Monadnock Mountain [Mount Monadnock], New Hampshire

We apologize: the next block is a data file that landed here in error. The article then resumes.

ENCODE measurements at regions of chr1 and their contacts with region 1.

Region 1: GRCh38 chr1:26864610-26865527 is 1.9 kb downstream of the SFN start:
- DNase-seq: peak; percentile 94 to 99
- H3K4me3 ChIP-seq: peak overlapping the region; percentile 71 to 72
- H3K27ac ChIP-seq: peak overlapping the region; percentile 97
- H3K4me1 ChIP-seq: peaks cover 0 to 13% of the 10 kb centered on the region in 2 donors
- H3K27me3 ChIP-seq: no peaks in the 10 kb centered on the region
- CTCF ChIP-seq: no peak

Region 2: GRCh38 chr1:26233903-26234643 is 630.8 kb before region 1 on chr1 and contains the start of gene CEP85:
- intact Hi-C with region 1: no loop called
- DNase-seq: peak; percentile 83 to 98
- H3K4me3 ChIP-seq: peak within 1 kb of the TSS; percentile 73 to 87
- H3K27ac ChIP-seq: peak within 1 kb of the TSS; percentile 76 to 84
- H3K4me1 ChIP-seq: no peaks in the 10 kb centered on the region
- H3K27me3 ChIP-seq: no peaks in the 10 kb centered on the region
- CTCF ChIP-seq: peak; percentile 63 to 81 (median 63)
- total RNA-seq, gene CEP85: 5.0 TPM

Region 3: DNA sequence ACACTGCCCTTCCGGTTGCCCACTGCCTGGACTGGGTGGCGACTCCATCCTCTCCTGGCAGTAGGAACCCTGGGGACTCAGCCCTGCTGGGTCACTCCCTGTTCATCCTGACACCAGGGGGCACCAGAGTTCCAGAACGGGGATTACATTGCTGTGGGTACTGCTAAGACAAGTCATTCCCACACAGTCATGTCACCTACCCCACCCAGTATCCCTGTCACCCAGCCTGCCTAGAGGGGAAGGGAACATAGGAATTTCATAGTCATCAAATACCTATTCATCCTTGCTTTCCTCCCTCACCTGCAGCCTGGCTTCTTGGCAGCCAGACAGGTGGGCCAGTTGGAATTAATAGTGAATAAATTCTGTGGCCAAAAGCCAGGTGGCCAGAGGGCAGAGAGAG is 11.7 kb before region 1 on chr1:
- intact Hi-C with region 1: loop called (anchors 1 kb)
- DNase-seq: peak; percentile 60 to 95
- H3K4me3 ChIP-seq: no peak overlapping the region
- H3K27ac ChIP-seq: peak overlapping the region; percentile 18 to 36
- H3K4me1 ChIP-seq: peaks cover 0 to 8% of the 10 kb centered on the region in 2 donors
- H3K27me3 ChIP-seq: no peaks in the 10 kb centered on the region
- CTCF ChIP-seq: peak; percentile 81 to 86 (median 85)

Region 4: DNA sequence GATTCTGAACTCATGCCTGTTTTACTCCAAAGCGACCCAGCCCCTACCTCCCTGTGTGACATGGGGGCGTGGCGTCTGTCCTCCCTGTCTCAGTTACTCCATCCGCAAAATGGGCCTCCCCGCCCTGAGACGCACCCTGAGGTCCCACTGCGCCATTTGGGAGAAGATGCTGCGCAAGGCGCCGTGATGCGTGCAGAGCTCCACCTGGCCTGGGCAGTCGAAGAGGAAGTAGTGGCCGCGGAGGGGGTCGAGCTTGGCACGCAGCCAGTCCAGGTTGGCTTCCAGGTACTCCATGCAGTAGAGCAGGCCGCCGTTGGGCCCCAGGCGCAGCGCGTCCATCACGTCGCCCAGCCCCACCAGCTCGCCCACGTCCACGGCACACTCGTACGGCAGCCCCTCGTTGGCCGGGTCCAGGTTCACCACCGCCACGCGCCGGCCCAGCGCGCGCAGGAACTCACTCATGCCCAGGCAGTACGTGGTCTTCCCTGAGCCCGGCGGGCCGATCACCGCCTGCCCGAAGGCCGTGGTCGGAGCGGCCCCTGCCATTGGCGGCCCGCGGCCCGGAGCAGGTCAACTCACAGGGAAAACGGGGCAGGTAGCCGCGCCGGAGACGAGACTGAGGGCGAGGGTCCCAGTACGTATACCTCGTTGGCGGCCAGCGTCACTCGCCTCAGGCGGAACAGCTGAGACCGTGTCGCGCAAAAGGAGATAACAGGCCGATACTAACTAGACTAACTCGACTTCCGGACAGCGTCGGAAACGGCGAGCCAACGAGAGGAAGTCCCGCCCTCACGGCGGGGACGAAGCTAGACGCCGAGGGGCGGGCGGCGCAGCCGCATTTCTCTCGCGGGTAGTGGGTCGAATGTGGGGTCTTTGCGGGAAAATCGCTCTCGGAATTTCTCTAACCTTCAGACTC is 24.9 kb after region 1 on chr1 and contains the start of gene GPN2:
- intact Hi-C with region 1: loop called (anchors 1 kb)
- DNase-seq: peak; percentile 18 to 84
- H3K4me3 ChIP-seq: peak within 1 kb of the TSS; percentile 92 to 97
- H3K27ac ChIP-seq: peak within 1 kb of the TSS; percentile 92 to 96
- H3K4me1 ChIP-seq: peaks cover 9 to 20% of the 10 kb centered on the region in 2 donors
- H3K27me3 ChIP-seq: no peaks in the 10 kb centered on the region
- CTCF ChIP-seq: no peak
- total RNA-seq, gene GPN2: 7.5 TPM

Usually called the Grand Monadnock, is situated in the towns of Jaffrey and Dublin, in Cheshire county, about 22 miles E. from Connecticut river and 10 N. of the southern boundary of this state.—The direction of the ridge is N.W. and S.W. The mountain is about 5 miles long from N. to S., and 3 miles from E. to W. Its summit is 3,718 feet above the level of the sea. Thirty years since, Monadnock was nearly covered with evergreen wood of considerable growth. By the repeated ravages of fire, it now presents to the distant beholder, nothing but a barren and bald rock. But on ascending, we find plats of earth sufficient to give growth to the blueberry, cranberry, mountain ash, and a variety of shrubs. Some caves are discovered, which excite curiosity. They appear to have been formed by large fissures, and by extensive strata being thrown from their primitive state, and forming different angles with each other and with perpendicular precipices. The mountain is composed of talc, mica, slate, distinctly stratified.—Garnet, schorl, feldspar and quartz occur in various parts. On the E. side, plumbago is found in large quantities. Crucibles and pencils have been manufactured from it, but for the latter, it proves not very good. The summit, when seen at a distance of 4 or 5 miles, appears rounded and destitute of those high cliffs and mural precipices belonging to granitic mountains. The prospect from the pinnacle is very extensive; thirty ponds of fresh water, some of which are so large as to contain islands of 8 or 10 acres, may be seen from it, in the immediate vicinity. Near the base of the mountain, in Jaffrey, is the "Monadnock Mineral Spring."